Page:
Microsoft Office Tutorials and References
In Depth Information
Regression Function Arguments
line. The r-squared for the left chart in Figure 14.12 is 0.985. The r-squared
for the chart in Figure 14.13 is 0.000001, indicating that no correlation exists.
When you have data like the data in Figure 14.13 , it does not mean that you
cannot use regression analysis. It means that you need to think about the
data to see if other factors could help describe the data. Suppose that the
data represents sales of squares of roofing shingles in Florida. If you add
data to the chart that describes the number of category 3+ hurricanes mak-
ing landfall each year, the sales numbers begin to make sense. The r-squared
for predicting sales based on year is nearly 0. The r-squared for predict-
ing sales based on hurricanes is 0.987. Because an r-squared of 1 means al-
most perfect correlation, you could base prediction of sales on a forecast
of hurricanes.
Regression Function Arguments
For all the following regression functions, the arguments list generally in-
cludes these two arguments (for brevity, they are described here once):
known_y''s This is an array or a cell range of numeric dependent
data points. This is the range of data that you want to predict. It might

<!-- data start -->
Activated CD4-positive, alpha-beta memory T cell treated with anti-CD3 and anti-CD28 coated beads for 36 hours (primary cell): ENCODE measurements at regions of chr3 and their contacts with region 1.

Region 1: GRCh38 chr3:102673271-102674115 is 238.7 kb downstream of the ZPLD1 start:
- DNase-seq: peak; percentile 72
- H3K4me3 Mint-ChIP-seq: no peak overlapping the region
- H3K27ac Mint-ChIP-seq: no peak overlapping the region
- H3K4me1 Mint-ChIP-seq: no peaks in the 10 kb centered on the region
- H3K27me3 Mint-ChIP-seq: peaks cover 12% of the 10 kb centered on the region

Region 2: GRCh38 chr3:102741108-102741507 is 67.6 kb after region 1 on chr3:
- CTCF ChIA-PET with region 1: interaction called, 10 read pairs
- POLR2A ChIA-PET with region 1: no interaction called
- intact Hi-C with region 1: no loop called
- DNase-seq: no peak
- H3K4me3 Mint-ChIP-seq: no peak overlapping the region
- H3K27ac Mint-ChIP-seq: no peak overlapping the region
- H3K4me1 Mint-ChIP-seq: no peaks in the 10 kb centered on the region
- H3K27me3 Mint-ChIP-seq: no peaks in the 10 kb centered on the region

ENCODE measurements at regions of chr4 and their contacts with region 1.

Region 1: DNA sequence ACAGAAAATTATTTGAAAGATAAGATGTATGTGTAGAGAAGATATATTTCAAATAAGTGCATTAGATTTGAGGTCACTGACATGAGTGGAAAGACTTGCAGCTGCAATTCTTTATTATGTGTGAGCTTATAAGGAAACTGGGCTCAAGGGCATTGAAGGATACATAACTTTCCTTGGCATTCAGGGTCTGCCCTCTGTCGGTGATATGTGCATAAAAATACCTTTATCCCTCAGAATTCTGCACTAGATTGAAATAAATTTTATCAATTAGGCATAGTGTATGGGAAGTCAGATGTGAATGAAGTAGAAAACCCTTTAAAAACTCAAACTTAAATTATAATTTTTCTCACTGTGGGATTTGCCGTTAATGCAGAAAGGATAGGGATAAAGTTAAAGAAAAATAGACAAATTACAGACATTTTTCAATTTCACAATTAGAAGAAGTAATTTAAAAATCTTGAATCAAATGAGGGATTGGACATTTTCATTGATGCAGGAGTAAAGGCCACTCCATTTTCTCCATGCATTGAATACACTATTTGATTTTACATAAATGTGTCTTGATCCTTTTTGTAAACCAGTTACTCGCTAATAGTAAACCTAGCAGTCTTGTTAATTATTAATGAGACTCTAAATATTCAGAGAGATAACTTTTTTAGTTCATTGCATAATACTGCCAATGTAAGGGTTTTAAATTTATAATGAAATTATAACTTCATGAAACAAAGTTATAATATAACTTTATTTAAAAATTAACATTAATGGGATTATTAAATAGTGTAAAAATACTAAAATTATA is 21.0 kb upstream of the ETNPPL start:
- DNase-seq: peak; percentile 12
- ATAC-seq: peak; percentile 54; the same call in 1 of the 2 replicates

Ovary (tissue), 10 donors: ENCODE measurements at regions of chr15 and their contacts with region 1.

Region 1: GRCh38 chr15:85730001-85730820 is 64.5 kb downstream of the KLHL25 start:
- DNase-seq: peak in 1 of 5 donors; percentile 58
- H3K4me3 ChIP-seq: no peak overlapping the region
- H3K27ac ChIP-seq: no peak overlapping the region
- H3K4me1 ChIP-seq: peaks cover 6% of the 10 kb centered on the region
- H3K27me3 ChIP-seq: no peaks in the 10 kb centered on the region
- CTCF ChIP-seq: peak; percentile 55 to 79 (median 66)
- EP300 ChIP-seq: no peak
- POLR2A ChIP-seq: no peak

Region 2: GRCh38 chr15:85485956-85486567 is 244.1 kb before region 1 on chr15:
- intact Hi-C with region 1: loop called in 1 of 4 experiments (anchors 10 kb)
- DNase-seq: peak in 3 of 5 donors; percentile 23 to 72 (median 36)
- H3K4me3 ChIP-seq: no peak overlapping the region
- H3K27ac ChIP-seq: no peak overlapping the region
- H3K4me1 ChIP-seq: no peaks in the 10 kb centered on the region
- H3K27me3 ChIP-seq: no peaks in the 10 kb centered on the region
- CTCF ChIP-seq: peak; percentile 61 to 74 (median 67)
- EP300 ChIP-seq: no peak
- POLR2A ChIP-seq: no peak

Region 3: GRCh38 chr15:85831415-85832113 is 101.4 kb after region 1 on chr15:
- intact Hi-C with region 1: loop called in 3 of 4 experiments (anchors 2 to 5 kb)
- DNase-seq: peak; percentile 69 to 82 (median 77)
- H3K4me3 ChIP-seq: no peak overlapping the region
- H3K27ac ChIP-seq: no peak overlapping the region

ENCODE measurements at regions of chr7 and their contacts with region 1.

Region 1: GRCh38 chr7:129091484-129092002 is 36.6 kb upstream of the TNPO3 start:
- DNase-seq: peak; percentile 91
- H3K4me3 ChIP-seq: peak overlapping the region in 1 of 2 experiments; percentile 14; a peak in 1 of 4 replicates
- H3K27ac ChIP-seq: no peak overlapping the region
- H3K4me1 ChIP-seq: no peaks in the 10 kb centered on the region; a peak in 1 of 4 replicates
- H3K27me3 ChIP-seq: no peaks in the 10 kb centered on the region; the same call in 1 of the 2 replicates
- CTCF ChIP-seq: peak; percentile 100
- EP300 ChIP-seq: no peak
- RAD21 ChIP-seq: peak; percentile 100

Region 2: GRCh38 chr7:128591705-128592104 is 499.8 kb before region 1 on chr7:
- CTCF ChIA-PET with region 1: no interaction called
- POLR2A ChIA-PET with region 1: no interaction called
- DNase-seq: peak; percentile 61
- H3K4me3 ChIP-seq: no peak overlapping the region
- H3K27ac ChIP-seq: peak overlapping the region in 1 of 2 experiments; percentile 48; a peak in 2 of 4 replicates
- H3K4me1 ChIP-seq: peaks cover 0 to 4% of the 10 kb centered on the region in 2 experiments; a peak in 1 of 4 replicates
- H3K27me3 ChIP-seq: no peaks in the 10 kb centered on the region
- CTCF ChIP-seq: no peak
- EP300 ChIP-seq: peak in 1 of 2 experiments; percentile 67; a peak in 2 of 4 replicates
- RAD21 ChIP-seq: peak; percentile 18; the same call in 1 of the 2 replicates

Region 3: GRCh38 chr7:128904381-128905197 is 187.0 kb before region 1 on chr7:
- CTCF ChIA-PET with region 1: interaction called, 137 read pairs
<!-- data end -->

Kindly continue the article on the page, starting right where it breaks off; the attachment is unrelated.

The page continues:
be the actual sales for the past several years or the population of
bacteria for the past several hours.
known_x''s This is the set of independent data points. These are the
values that you think will lead to a prediction of the y values. For
a simple time series, this might be a list of year numbers. It might be a
list of other independent data points, such as the number of hur-
ricanes making landfall each year.
The arguments must be numbers or names, arrays, or references that contain
numbers. If an array or a reference argument contains text, logical values,
or empty cells, those values are ignored; however, cells that contain the
value 0 are included. If known_y'sand known_x'sare empty or have a dif-
ferent number of data points, the function returns an #N/A error.
Functions for Simple Straight-Line Regression:
Functions for Simple Straight-Line Regression: SLOPE
With many things in Excel, there is a right way to do something. However,
sometimes the powers-that-be decide that the right way is too difficult for
Excel customers, so they offer alternative, easier ways to solve problems.
The LINEST function is powerful, and using it is the right way to calculate
straight-line regression. However, because the LINEST function returns an
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